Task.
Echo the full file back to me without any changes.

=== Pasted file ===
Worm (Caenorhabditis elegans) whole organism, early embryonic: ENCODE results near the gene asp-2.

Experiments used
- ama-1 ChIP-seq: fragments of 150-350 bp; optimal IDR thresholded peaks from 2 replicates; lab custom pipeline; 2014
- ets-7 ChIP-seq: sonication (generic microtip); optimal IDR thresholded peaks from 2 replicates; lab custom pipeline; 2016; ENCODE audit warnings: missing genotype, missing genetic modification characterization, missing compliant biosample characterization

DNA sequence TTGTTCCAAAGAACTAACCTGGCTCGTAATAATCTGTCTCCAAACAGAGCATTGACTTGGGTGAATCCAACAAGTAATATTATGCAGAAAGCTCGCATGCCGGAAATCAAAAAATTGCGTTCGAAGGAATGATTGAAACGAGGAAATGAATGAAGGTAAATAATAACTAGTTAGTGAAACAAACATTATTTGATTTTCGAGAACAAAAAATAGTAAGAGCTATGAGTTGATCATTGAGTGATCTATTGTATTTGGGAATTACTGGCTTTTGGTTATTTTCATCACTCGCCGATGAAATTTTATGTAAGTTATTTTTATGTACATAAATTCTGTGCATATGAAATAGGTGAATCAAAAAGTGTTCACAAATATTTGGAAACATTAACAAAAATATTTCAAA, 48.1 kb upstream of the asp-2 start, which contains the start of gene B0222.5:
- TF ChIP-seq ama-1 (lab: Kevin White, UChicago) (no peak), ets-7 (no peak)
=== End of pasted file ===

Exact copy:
Worm (Caenorhabditis elegans) whole organism, early embryonic: ENCODE results near the gene asp-2.

Experiments used
- ama-1 ChIP-seq: fragments of 150-350 bp; optimal IDR thresholded peaks from 2 replicates; lab custom pipeline; 2014
- ets-7 ChIP-seq: sonication (generic microtip); optimal IDR thresholded peaks from 2 replicates; lab custom pipeline; 2016; ENCODE audit warnings: missing genotype, missing genetic modification characterization, missing compliant biosample characterization

DNA sequence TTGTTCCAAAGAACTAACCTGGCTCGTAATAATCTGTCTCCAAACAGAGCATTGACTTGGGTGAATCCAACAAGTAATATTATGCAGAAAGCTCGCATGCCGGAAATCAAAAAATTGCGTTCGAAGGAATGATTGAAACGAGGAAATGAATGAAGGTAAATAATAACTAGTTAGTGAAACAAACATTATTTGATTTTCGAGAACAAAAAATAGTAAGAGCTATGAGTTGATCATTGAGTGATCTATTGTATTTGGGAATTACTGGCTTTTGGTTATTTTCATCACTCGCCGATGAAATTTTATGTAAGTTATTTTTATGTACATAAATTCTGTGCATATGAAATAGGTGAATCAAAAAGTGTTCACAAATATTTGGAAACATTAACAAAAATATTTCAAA, 48.1 kb upstream of the asp-2 start, which contains the start of gene B0222.5:
- TF ChIP-seq ama-1 (lab: Kevin White, UChicago) (no peak), ets-7 (no peak)